Every named channel can be published on a routing network (or with a router). This has to be done in the routing GUI by giving it a published name. The published name is the name with which that channel will be known on the routing network. Note that types are also considered. You have a published channel called 'foo' for items and another published channel called 'foo' for fluids on the same network, but they will not interact and only count as one channel for the channel limit.
Item and Fluid Transfer
One thing to note is that item and fluid transfer is always immediate. There are never items or fluids 'inside' the network. If there is no room for items or fluids to go too in a network then they will not leave their destination.
Power transfer works differently. Since RF and Forge Energy are 'push' systems (i.e. a powercell or generator pushes energy to adjacent machines) the connector needs to have an internal RF storage. The advanced connector can store more than the normal connector which means it can also transfer more. When you have an energy channel distributing energy to various machines then the power first has to go to the connector (pushed by the generator) and then it can be transferred to all machines that need it.
The controller needs power to do this. There are basically three power consumption areas:
- Constant powerdrain: this is by default set to 0
- Constant powerdrain per active channel: this is by default set to 1
- Powerdrain per operation: this is by default set to 2
Let's make the following setup:
The goal of this setup is to make sure the top chest always contains at least one furnace. That's the only thing this does. As soon as you pull out that furnace it will start producing another one. To do this a crafter is used which is fed from that same chest (it contains cobble). The crafter also needs energy (and so does the controller). The left chest contains coal which is for the coal generator. The system makes sure that no coal is wasted. It will only insert coal if this is needed. The energy buffers of the crafter and controller are also not filled completely.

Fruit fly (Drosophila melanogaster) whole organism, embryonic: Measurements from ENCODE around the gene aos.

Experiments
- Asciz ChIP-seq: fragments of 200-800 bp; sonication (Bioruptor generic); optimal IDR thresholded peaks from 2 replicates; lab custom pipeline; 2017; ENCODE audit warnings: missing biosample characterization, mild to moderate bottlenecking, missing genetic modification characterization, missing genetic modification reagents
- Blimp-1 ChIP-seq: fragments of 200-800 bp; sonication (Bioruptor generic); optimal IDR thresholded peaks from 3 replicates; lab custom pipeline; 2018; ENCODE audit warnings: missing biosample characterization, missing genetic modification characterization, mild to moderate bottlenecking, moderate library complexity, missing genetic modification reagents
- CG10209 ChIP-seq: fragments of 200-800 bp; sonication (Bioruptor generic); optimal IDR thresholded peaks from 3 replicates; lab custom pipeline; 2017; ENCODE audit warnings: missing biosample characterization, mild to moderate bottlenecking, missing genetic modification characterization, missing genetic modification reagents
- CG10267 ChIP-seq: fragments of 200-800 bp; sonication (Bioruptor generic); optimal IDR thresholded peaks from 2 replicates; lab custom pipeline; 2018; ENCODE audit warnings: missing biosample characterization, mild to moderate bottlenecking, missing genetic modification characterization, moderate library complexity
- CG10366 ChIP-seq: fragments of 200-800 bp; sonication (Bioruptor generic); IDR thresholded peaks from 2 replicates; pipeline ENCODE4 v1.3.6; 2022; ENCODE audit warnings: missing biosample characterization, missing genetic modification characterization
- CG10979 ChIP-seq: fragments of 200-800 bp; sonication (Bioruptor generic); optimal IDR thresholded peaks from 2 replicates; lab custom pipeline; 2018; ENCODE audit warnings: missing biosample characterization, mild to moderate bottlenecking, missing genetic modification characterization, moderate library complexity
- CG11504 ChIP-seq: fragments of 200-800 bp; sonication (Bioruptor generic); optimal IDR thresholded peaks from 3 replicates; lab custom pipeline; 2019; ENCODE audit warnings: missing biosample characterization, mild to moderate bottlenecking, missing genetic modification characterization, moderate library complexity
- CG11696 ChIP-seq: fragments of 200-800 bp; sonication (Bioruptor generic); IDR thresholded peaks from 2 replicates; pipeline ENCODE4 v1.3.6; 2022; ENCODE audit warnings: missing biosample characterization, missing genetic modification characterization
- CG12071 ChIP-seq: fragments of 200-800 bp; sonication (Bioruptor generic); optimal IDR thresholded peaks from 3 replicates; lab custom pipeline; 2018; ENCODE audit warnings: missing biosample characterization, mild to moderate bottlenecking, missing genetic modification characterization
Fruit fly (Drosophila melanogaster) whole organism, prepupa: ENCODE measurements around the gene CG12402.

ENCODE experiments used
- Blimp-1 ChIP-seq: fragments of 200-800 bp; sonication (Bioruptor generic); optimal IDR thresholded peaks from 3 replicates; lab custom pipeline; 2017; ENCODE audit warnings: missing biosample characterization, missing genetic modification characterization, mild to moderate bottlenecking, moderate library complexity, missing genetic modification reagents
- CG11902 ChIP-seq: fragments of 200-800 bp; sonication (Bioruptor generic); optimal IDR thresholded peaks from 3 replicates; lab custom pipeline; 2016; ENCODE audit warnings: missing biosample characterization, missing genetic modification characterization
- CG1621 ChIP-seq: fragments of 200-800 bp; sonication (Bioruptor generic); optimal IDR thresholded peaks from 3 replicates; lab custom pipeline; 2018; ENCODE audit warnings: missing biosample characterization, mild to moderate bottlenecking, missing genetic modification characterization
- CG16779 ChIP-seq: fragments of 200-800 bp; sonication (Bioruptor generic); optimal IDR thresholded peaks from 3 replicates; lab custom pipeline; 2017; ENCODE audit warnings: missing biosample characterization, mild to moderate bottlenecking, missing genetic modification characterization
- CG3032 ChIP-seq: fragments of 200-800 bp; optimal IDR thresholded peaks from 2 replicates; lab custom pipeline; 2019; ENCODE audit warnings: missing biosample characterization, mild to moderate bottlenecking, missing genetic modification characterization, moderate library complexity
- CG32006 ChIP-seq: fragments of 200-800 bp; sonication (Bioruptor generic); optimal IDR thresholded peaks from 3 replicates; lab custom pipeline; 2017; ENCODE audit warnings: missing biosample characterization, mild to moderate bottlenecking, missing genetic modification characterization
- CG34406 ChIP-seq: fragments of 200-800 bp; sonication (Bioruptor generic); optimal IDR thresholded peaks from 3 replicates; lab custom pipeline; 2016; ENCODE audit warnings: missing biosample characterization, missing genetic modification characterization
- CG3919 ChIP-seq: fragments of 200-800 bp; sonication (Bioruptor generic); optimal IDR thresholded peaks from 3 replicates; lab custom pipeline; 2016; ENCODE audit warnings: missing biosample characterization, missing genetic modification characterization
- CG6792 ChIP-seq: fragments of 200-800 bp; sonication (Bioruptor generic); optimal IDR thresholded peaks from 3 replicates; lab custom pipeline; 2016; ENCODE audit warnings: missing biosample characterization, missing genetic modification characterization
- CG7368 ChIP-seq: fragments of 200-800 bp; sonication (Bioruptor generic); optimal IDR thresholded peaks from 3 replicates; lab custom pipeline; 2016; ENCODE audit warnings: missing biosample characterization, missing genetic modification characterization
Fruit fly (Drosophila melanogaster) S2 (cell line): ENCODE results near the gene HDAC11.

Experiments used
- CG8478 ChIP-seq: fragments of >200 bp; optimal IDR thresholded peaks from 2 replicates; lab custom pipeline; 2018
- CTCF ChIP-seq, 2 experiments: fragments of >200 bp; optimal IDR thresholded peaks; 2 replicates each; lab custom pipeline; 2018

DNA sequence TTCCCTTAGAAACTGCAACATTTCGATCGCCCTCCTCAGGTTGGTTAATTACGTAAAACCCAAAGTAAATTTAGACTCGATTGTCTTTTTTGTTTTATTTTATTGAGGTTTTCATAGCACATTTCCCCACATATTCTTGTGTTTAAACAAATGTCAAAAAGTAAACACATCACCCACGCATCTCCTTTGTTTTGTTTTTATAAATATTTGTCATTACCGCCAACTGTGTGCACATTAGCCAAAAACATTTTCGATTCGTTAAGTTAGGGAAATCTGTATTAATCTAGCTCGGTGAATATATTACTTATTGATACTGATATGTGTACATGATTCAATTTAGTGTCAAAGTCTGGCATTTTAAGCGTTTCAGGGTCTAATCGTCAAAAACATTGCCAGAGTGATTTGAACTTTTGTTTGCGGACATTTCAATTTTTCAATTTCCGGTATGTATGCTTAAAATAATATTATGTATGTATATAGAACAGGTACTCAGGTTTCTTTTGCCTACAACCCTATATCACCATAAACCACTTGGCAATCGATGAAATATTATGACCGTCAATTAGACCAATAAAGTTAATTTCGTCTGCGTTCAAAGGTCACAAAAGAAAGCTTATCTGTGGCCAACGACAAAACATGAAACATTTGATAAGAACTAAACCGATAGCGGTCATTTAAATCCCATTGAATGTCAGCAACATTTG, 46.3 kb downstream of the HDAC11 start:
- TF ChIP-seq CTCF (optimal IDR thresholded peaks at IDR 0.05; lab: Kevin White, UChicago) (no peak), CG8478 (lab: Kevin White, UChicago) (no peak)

First let's manage the energy:
In this connector we simply extract whatever energy there is from the coal generator. This is then distributed to the controller and the crafter. In these connectors we also set a maximum (which isn't clearly visible because the input element for maximum is too small in this version) so that the power isn't needlessly wasted:
To produce energy the coal generator needs coal. Let's see how this is handled. First we extract the coal from the chest. We only do this if both 'red' and 'green' are enabled. We will see when these are enabled later in this tutorial, but basically they are enabled only when we don't have enough power and when there is enough coal:
And here we insert the coal:
We have a logic channel which measures when it is time to start producing energy, and it also senses if we have a furnace in the chest. First there is the sensor to check if we need energy and if there is enough coal:
The other sensor works on the blue channel and is enabled if we have less than 2 furnaces in the chest:
Channel 4 will move cobblestone from the chest to the crafter as long as blue is enabled. Blue will be disabled as soon as the crafter makes a furnace:
Channel 5 is simple and just moves the created furnace from the crafter back into the chest.
This is not a finished tutorial yet but here is possible setup:
First there are three local networks each limited to eight channels (for items, energy, fluid, logic). There is the green, the red, and the yellow channel. The green and the red channels are connected to router A. So they are local to that router. In fact one router is enough to connect different channels. You can publish channels from the red and green networks and connect them with each other. However, there is also a yellow network connected to router B. That's a remote network from the perspective of router A. To make channels available to other controllers you must publish them (give them a published name) in the router that they are connected too. Additionally, the channel must also have a name in the controller.
In the future it will be possible to connect channels wirelessly.